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How to Benchmark Your Salary and Negotiate a Raise
How Much Should You Be Paid?
It is important in preparing for an employment interview not only to research the company to which you are applying, but also to determine the specific salary range that is usual and customary in your geographic location for the job you want. This is also vital information to find before asking for a raise after you are on the job.
During the first interview, unless you are a mid-career employee or an executive, salary may not be discussed.
For entry level and even some mid-career transfers, salary is often not discussed until the second interview. However, this is not always the case and the interviewer may state a salary range to you. Do not be surprised by that range - get to know it before the interview!
Do not be surprised by a salary range in place. Get to know it before the interview!
Avoid Looking Shocked
If you hear the figure and look shocked or surprised, or worse - make a face of some sort - you will appear naïve, possibly immature, and perhaps not the type of person this company wants to hire and place into a responsible position. It is best to be informed ahead of time to be armed with the correct information.
If a salary range is announced that seems much to low, wait a few seconds before responding.
Sometimes, quoting an applicant "too low" a range is a test. Regardless, find out what you should be making in the position you have or want. Then, if and when a lo-ball figure is offered to you, take a deep breath slowly and state calmly and professionally that you have researched the salary range in this locale and know it to be different.
You can research the proper salary range by using the Internet site of the United States Department of Labor (DOL) or one of the salary research sites online, such as Salary.Com. Salary.Com has substantial amounts of work related information aside from salaries and wages.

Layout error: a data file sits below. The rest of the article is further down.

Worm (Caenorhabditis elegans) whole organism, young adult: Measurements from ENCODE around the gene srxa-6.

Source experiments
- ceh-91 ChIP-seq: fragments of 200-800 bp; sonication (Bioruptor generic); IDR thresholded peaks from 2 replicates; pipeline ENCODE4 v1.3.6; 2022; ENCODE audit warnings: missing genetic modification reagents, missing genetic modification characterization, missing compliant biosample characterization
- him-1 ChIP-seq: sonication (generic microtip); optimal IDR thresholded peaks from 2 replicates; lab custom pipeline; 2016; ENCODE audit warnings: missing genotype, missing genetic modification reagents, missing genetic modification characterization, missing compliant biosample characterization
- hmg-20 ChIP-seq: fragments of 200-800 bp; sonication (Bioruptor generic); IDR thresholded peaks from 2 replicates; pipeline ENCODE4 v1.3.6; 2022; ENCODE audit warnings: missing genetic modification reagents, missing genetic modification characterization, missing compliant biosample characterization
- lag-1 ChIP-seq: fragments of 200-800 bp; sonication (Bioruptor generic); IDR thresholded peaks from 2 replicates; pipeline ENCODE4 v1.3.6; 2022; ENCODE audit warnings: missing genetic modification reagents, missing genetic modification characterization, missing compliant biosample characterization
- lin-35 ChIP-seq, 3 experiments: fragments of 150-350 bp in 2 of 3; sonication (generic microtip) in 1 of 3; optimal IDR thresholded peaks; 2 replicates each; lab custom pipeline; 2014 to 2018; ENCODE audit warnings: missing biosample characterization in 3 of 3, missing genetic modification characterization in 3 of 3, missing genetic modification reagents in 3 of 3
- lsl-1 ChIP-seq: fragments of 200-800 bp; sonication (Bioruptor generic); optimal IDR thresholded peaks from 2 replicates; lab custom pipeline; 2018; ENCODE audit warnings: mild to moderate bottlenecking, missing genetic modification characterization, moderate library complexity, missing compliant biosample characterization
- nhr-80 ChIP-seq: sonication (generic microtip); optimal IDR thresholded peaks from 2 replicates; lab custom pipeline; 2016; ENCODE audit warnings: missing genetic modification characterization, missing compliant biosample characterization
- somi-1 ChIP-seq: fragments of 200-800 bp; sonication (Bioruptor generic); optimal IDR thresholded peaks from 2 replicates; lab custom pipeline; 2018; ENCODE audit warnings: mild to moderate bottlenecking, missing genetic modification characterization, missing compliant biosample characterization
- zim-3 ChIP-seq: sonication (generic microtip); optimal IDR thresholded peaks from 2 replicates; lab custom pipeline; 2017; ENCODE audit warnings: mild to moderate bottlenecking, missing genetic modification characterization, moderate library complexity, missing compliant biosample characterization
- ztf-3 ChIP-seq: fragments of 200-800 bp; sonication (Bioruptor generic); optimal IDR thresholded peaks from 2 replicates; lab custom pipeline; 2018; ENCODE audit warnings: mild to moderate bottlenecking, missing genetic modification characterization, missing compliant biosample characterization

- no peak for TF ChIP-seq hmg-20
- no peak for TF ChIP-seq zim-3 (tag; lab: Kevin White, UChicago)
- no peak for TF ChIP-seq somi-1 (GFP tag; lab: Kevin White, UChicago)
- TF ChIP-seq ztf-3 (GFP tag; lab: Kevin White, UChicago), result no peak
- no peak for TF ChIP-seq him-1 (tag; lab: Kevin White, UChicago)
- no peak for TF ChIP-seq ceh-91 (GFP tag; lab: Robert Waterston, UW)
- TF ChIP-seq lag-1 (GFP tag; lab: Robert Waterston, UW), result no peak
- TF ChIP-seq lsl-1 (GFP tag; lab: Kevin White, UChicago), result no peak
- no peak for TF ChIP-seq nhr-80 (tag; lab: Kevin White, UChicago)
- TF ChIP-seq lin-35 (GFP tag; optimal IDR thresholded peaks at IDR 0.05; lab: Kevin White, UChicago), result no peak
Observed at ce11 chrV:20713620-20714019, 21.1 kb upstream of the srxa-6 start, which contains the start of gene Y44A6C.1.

If the company that is interviewing you insists on underpaying you, you might want to look elsewhere for employment for a number of reasons, all having to do with the lack of robustness of this company's finances and Employee Development Program.
Pay Rate Calculators and Websites Make Salary Research Easy
Salary.Com can help you find out exactly what range of pay you should be expecting in the region in which you live. In the days before the Internet was available, job seekers went to the publkic library to try to look up these salary ranges and often met with little success. Many companies did not publish the ranges used within their companies, either. The Internet and Equal Pay laws have made all this research more accessible.
On the Home Page of Salary.Com, a Salary Wizard appears:
- Select "Individual", your career field, and your zip code or your state and the largest city near your hometown.
- Another menu with additional choices will appear.
- Choose the Job Title that most closely approaches your own and then choose Base Salary Range.
For Example, A Curriculum Specialist in Education in downtown Columbus, Ohio can expect to earn an income in the range of $40,000.00 - $86,000.00 in yearly salary, plus other benefits.
Going back and clicking on the link "For Employers", we produce the same results.
Considering this information, a Curriculum Specialist that was just starting out in his or her first position in the job title could expect to earn between about $40,000 - 49,000, depending on education level attained and previous work experience (see graph below). Further:
- A person having a Masters degree in education would often start at higher wages than someone with a BA or BS degree.
- Someone with 5-15 years experience would earn nearer the mid-point of the salary range, and a specialist with 20-30 years experience might earn in the top 25% of the salary range.
- However, a worker with 20-30 years experience would likely have been promoted out of this position into one at a higher salary range with greater responsibilities.
- A specialist with a PhD and 15-18 years of experience may earn at the top of the range and be encouraged to seek a higher level of employment.